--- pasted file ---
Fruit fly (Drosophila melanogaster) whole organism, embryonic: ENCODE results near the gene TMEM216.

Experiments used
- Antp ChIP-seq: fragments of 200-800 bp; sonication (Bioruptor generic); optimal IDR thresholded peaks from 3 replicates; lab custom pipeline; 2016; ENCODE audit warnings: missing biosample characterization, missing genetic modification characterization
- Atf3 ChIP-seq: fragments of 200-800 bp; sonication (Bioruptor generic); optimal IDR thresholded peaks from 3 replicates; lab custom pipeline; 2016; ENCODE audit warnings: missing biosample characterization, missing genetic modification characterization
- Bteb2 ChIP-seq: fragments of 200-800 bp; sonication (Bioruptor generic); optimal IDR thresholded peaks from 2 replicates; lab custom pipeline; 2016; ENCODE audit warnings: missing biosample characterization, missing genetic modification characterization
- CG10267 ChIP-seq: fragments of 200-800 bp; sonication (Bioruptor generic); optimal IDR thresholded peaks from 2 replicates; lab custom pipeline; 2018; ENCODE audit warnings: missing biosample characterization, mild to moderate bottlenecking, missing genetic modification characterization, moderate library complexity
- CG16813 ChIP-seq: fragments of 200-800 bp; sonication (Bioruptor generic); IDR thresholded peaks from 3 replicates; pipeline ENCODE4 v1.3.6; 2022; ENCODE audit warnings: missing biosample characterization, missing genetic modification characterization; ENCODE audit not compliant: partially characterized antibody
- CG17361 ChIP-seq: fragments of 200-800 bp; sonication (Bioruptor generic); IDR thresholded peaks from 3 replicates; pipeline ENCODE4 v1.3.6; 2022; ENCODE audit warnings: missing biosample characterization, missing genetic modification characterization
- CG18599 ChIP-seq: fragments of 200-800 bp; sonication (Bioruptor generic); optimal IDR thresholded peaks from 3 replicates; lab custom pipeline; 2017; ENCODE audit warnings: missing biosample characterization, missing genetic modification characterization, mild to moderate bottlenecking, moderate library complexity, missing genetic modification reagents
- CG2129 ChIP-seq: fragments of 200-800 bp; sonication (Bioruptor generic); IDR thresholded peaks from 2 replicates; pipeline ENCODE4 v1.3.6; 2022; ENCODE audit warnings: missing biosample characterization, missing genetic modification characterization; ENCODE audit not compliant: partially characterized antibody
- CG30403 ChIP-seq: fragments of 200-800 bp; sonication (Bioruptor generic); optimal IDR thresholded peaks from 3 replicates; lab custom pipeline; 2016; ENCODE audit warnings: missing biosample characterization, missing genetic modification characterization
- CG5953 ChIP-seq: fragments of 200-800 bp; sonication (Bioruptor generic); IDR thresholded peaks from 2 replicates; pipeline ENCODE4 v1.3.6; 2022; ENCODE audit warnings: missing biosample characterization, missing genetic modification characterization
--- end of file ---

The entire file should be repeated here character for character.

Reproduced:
Fruit fly (Drosophila melanogaster) whole organism, embryonic: ENCODE results near the gene TMEM216.

Experiments used
- Antp ChIP-seq: fragments of 200-800 bp; sonication (Bioruptor generic); optimal IDR thresholded peaks from 3 replicates; lab custom pipeline; 2016; ENCODE audit warnings: missing biosample characterization, missing genetic modification characterization
- Atf3 ChIP-seq: fragments of 200-800 bp; sonication (Bioruptor generic); optimal IDR thresholded peaks from 3 replicates; lab custom pipeline; 2016; ENCODE audit warnings: missing biosample characterization, missing genetic modification characterization
- Bteb2 ChIP-seq: fragments of 200-800 bp; sonication (Bioruptor generic); optimal IDR thresholded peaks from 2 replicates; lab custom pipeline; 2016; ENCODE audit warnings: missing biosample characterization, missing genetic modification characterization
- CG10267 ChIP-seq: fragments of 200-800 bp; sonication (Bioruptor generic); optimal IDR thresholded peaks from 2 replicates; lab custom pipeline; 2018; ENCODE audit warnings: missing biosample characterization, mild to moderate bottlenecking, missing genetic modification characterization, moderate library complexity
- CG16813 ChIP-seq: fragments of 200-800 bp; sonication (Bioruptor generic); IDR thresholded peaks from 3 replicates; pipeline ENCODE4 v1.3.6; 2022; ENCODE audit warnings: missing biosample characterization, missing genetic modification characterization; ENCODE audit not compliant: partially characterized antibody
- CG17361 ChIP-seq: fragments of 200-800 bp; sonication (Bioruptor generic); IDR thresholded peaks from 3 replicates; pipeline ENCODE4 v1.3.6; 2022; ENCODE audit warnings: missing biosample characterization, missing genetic modification characterization
- CG18599 ChIP-seq: fragments of 200-800 bp; sonication (Bioruptor generic); optimal IDR thresholded peaks from 3 replicates; lab custom pipeline; 2017; ENCODE audit warnings: missing biosample characterization, missing genetic modification characterization, mild to moderate bottlenecking, moderate library complexity, missing genetic modification reagents
- CG2129 ChIP-seq: fragments of 200-800 bp; sonication (Bioruptor generic); IDR thresholded peaks from 2 replicates; pipeline ENCODE4 v1.3.6; 2022; ENCODE audit warnings: missing biosample characterization, missing genetic modification characterization; ENCODE audit not compliant: partially characterized antibody
- CG30403 ChIP-seq: fragments of 200-800 bp; sonication (Bioruptor generic); optimal IDR thresholded peaks from 3 replicates; lab custom pipeline; 2016; ENCODE audit warnings: missing biosample characterization, missing genetic modification characterization
- CG5953 ChIP-seq: fragments of 200-800 bp; sonication (Bioruptor generic); IDR thresholded peaks from 2 replicates; pipeline ENCODE4 v1.3.6; 2022; ENCODE audit warnings: missing biosample characterization, missing genetic modification characterization